In itself, it is known to transmit extra data which contains information on these hidden parts. One known way of doing this is to represent a moving image using several layers, where each layer stores objects with matching motion fields. The objects and the layers are computed from the optic flow in moving images. The layers are accumulated over multiple frames. An object that is completely or largely occluded will in general fully be represented in one of the deeper layers. Nelson L. Chang and Avideh Zakhor “View generation for three-dimensional scenes from video sequences”, 1997, IEEE Transactions on Image Processing, vol 6, p. 584-598 describes a scene in terms of multiple levels, based on a certain reference frame. The first level is the visible part in the reference frame. Level 1 thus includes all nearby objects but also all visible parts of further removed objects. In general, level k consists of those pixels which are occluded k−1 times for the reference image (i.e. from the viewpoint of the reference image). Compared to a conventional layered approach, it is claimed that with this approach, 3 levels are usually sufficient. The layers are constructed from independently computed three dimensional models corresponding to the multiple views. In this latter approach, the amount of redundant information is significantly reduced. In the remainder, an efficient method is described for generating such a hidden layer, also in the case where no full 3-dimensional objects are available, and an efficient method for rendering an image from a different viewpoint, even if only depth ordering information is present. The generation method according to the invention is preferably combined with the layering of Chang. This layering will not be described further, but is hereby included by reference.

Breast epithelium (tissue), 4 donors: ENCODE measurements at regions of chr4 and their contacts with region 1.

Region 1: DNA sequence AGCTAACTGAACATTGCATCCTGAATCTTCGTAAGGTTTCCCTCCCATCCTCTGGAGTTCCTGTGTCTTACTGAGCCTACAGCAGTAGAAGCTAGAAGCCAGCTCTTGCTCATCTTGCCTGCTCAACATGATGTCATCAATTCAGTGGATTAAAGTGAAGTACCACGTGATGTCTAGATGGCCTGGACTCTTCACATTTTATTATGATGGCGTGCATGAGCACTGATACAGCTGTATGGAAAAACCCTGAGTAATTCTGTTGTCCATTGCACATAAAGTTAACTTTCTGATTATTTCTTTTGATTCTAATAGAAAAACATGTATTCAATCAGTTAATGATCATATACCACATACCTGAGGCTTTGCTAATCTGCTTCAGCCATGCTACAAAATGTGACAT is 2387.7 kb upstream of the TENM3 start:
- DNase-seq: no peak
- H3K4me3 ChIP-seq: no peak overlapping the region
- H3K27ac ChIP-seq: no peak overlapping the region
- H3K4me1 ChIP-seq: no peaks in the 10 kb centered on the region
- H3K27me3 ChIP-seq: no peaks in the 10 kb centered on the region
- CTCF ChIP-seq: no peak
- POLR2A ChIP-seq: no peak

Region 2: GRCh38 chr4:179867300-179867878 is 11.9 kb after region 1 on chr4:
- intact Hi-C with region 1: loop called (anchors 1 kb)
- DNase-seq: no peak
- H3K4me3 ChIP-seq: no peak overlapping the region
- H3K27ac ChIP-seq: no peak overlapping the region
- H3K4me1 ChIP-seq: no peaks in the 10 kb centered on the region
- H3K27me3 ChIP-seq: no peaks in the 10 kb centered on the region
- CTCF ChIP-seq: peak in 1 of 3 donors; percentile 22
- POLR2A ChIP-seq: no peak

Generating the Hidden Layer
Two of the basic steps in 2D-to-3D conversion of video data are segmentation and motion estimation. The motion per segment can in a subsequent stage be used for depth through structure-from-motion or depth ordering through dynamic occlusion. The analysis process is illustrated in
Next, the base image is motion compensated towards the camera position of the additional image. This amounts to shifting the segments over their computed motion vector, as is illustrated in